same bed as my new wife. It's embarrassing to use bedwetting sheets when you're 27.
And what was I supposed to do at this new job at a Christian music station?
Ryan with his wife Kaity and children (left to right) River, Sunny, and Sinjin.
I had been working in TV since 2004, which was very enjoyable, but it was all behind the scenes. Now, in radio, I got to be “the personality.” Fun! And, since I wasn't exactly bathed in the culture -- I knew one Christian artist when I started: Steven
Curtis Chapman. The rest of the time, I felt like I was saying, “That was the new song Glabla from Hobie and Blabble” -- it was a great experience to learn why people listen to Christian music in real time. But, all of a sudden, I was having trouble
breathing -- let alone talking, and certainly not laughing -- and often found myself in an irrecoverable coughing fit.
So, thank God, I got to pre-record my talk breaks and could still make it work -- although during allergy season there were days where it barely did. Even more so, thank God for the Kalydeco® (ivacaftor) study I got into in St. Louis. It was double-blind, so I didn't have any idea
whether or not I was on the drug or the placebo. But I knew from day 1 -- I was on it. I felt that much better instantly.
I even told my research techs, “I'm 100% sure I'm on it.”
“You can't tell us that.”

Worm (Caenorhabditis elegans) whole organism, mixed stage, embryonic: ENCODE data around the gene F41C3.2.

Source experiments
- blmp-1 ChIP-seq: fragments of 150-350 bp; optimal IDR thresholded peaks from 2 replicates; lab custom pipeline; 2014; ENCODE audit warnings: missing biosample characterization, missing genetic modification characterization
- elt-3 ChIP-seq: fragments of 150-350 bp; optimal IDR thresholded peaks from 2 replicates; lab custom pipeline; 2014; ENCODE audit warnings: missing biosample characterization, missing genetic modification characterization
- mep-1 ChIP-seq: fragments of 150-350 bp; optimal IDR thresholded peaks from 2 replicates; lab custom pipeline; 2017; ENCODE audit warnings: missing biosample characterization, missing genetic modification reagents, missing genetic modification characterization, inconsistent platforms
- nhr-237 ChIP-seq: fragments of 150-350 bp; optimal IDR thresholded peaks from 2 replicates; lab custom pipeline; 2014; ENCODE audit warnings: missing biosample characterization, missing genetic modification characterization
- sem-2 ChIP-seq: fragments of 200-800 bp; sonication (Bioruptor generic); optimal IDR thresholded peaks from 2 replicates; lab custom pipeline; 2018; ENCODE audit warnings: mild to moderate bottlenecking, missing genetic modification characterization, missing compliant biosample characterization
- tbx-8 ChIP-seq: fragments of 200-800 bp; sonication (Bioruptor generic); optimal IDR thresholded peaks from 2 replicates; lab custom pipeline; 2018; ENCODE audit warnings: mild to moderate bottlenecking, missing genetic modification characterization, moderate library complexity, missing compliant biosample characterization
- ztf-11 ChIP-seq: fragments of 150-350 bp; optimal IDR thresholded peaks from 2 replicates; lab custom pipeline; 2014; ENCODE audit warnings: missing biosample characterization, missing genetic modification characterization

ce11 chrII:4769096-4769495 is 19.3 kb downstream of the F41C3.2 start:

“Please don't kick me out of the study.”
And, I didn't go into the hospital for another five years -- and only once -- in the last 12 years. That one hospital visit was because we had twins in 2014! I wasn't sleeping much that year, but this new pill had changed everything.
My twins are now 6 years old, and we added a third child who is 3. From 2016-2018, I got to create and host a TV show called, “Song Stage,” on PBS. More important, during that same time, I created a show called, “What It's Like to Die.” It was about individuals
who died and had afterlife experiences. Many heavenly … others not so much. It's a topic that raises eyebrows.
When I get asked why I made, “What It's Like to Die,” I think it's because of 2008.
I really didn't think I had much time left, and that changes you. It makes you think about death and the terrible reality of it.
In fact, if you're reading this, and you think the subject is too macabre for the CF community blog, that's because you've never been there. Lots of CF people have, and we think about it. We get mad. Why do we have to deal with this? Will I get to leave
a mark on the world? Am I even capable?